The propene polymer which can be utilized as an organic liquid in this invention has a viscosity at 100 F. ranging from 10,000-1,000,000 SSU and an average molecular weight ranging from 8003,500. Preferably, this polymer has a viscosity at 100 F. ranging from 20,000 to 50,000 SSU and an average molecular weight ranging from 1,000 to 2,000.
Preferred compositions can be prepared by utilizing as the acid component a mixture of rosin acid and dimerized fatty acids or a mixture of rosin acid and styrene polymer. For example, the acid component can contain from 70 to percent by weight rosin acid and from 5 to 30 percent by weight of a dimer of 9,12-octadecadienoic acid or a styrene homopolymer.
The acid component is incorporated into the composition of this invention in an amount sufficient to impart thereto an acid number ranging from 5-200. Most preferably, it is present in an amount suflicient to impart an acid number ranging from 10-75. The concentration of acid component necessary to impart the required acid number will, of course, depend on the particular acid utilized, but generally it ranges from 10 to 150 parts by weight per parts Wax.
Ingredients commonly added to wax or ethylene-vinyl acetate copolymers can be incorporated into the compositions of this invention in functional amounts without departing from the scope thereof. Examples of these ingredients include but are not limited to: heat and ultraviolet light stabilizers, inert fillers, secondary plasticizers, antiblocking agents, pigments and colorants, anti-oxidants, gloss stabilizers, viscosity-index improvers, solvents, antiscuif agents, etc. Specifically, ingredients such as the solid glycol esters of rosin acids can be added to improve color, odor and heat stability.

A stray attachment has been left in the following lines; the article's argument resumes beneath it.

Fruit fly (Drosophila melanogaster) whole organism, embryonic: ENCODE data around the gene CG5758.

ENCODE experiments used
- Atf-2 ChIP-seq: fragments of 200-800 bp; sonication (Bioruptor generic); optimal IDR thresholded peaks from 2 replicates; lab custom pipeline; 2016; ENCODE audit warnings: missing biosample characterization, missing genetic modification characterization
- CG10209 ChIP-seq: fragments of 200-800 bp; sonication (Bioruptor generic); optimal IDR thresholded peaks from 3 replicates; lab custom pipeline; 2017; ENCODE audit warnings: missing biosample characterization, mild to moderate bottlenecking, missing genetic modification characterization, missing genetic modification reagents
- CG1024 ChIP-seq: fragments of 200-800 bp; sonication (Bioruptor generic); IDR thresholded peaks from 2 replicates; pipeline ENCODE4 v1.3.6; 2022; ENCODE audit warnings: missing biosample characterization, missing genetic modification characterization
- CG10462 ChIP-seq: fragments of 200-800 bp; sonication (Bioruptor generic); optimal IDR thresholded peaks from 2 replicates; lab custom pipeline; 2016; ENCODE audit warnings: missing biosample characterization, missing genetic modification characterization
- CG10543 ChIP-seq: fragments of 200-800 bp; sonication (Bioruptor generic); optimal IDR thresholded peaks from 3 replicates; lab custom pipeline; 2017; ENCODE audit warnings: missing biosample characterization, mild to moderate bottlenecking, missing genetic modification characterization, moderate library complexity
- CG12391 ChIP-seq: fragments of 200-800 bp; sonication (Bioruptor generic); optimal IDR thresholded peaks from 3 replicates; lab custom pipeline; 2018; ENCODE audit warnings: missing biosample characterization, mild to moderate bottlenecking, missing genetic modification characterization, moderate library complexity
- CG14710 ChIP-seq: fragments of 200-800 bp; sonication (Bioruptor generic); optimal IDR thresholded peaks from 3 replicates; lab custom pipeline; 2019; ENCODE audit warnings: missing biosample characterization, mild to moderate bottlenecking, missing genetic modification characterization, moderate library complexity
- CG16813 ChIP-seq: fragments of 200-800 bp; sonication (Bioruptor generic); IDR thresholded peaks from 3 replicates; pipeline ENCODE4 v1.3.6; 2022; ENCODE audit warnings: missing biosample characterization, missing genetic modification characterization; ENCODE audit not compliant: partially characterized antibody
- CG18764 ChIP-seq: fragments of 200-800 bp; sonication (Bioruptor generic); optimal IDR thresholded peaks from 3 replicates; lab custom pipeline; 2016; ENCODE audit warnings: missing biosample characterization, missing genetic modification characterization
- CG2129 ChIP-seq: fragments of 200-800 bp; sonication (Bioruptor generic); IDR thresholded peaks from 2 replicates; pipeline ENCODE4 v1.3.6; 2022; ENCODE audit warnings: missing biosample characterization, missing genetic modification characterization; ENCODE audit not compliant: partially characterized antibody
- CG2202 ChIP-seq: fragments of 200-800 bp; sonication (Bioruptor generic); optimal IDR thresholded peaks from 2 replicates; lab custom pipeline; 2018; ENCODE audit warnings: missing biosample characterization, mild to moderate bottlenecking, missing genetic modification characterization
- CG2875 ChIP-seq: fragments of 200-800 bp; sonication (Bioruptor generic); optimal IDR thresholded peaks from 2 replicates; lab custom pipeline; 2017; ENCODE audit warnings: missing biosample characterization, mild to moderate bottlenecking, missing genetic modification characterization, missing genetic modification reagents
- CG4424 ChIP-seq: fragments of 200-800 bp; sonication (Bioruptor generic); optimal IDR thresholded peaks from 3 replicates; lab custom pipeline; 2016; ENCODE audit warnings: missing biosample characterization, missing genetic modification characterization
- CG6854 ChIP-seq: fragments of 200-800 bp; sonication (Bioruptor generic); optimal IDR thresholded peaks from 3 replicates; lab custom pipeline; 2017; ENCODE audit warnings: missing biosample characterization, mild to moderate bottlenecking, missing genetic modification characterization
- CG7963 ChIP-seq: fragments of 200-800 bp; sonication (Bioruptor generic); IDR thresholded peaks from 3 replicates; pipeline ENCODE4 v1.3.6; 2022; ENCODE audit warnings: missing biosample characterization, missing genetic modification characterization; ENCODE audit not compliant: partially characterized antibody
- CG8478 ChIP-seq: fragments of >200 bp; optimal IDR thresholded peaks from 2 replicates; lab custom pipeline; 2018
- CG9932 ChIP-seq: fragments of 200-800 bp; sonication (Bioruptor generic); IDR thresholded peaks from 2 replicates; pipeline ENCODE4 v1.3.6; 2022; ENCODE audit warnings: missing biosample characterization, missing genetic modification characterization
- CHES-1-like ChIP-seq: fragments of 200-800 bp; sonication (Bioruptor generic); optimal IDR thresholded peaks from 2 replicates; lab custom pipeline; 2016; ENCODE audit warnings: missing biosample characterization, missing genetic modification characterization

The preparation of the compositions of this invention is not critical to the practice of it. For example, these compositions can be prepared by heating the wax to a temperature above its melting point, adding the ethylenevinyl acetate copolymer, acid component, butyl rubber and other additives and agitating vigorously until a homogeneous hot melt is obtained. It has been found, however, that the acid component facilitates the dispersion of the polymers. Therefore, if this method is used it is preferable to incorporate the acid component into the melted wax prior to the addition of the polymers. A specific method for preparation is as follows: the waxes are melted together, any anti-oxidants or heat stabilizers are added and the melt is then brought to a temperature about 275 F. The acid component is heated to about 275 F. and added to the hot melt. The ethylene-vinyl acetate copolymer and butyl rubber are then added to the melt accompanied by vigorous stirring while maintaining the melt temperature above about 275 F. After all of the copolymer has been added to melt temperature is raised to about 310 F. and agitated until the composition is homogeneous. As described in US. 3,417,040 the masterbatch system can be used. In this method the polymers are first mixed with the acid component by combining them at a temperature in excess of 250 F. When this blend is homogeneous it is added to the molten Wax.